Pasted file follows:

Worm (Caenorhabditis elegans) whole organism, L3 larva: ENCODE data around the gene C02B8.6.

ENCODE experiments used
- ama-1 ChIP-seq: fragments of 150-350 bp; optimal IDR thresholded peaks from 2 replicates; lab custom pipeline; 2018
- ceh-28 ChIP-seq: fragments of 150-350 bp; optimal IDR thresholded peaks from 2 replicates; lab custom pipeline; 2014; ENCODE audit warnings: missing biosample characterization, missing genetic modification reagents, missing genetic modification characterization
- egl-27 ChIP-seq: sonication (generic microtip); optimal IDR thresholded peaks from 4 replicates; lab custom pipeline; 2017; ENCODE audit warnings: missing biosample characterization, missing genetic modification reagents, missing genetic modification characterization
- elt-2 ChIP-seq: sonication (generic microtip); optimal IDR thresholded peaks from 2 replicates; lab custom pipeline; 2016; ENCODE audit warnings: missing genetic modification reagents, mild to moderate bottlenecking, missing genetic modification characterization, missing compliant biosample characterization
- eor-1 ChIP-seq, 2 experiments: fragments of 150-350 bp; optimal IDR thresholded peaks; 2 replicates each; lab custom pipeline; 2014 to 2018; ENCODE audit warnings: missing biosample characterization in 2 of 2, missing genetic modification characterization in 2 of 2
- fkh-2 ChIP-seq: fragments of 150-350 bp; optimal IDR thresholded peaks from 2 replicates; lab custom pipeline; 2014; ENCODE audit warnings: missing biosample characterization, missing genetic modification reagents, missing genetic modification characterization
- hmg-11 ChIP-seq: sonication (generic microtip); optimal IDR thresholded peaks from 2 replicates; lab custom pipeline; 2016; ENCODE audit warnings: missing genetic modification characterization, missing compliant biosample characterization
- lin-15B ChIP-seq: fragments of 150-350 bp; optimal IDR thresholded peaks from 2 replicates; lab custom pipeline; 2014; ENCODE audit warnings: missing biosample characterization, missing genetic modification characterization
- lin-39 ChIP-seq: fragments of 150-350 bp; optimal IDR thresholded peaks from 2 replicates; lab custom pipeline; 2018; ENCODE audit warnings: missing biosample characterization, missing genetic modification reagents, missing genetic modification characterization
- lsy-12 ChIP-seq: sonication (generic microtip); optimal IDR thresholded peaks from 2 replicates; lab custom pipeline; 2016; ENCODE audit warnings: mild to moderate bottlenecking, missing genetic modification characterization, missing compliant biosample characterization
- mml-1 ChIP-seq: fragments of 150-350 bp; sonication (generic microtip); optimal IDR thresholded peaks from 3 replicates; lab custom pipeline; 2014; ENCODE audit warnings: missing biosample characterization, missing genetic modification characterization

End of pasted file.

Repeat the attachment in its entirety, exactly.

Worm (Caenorhabditis elegans) whole organism, L3 larva: ENCODE data around the gene C02B8.6.

ENCODE experiments used
- ama-1 ChIP-seq: fragments of 150-350 bp; optimal IDR thresholded peaks from 2 replicates; lab custom pipeline; 2018
- ceh-28 ChIP-seq: fragments of 150-350 bp; optimal IDR thresholded peaks from 2 replicates; lab custom pipeline; 2014; ENCODE audit warnings: missing biosample characterization, missing genetic modification reagents, missing genetic modification characterization
- egl-27 ChIP-seq: sonication (generic microtip); optimal IDR thresholded peaks from 4 replicates; lab custom pipeline; 2017; ENCODE audit warnings: missing biosample characterization, missing genetic modification reagents, missing genetic modification characterization
- elt-2 ChIP-seq: sonication (generic microtip); optimal IDR thresholded peaks from 2 replicates; lab custom pipeline; 2016; ENCODE audit warnings: missing genetic modification reagents, mild to moderate bottlenecking, missing genetic modification characterization, missing compliant biosample characterization
- eor-1 ChIP-seq, 2 experiments: fragments of 150-350 bp; optimal IDR thresholded peaks; 2 replicates each; lab custom pipeline; 2014 to 2018; ENCODE audit warnings: missing biosample characterization in 2 of 2, missing genetic modification characterization in 2 of 2
- fkh-2 ChIP-seq: fragments of 150-350 bp; optimal IDR thresholded peaks from 2 replicates; lab custom pipeline; 2014; ENCODE audit warnings: missing biosample characterization, missing genetic modification reagents, missing genetic modification characterization
- hmg-11 ChIP-seq: sonication (generic microtip); optimal IDR thresholded peaks from 2 replicates; lab custom pipeline; 2016; ENCODE audit warnings: missing genetic modification characterization, missing compliant biosample characterization
- lin-15B ChIP-seq: fragments of 150-350 bp; optimal IDR thresholded peaks from 2 replicates; lab custom pipeline; 2014; ENCODE audit warnings: missing biosample characterization, missing genetic modification characterization
- lin-39 ChIP-seq: fragments of 150-350 bp; optimal IDR thresholded peaks from 2 replicates; lab custom pipeline; 2018; ENCODE audit warnings: missing biosample characterization, missing genetic modification reagents, missing genetic modification characterization
- lsy-12 ChIP-seq: sonication (generic microtip); optimal IDR thresholded peaks from 2 replicates; lab custom pipeline; 2016; ENCODE audit warnings: mild to moderate bottlenecking, missing genetic modification characterization, missing compliant biosample characterization
- mml-1 ChIP-seq: fragments of 150-350 bp; sonication (generic microtip); optimal IDR thresholded peaks from 3 replicates; lab custom pipeline; 2014; ENCODE audit warnings: missing biosample characterization, missing genetic modification characterization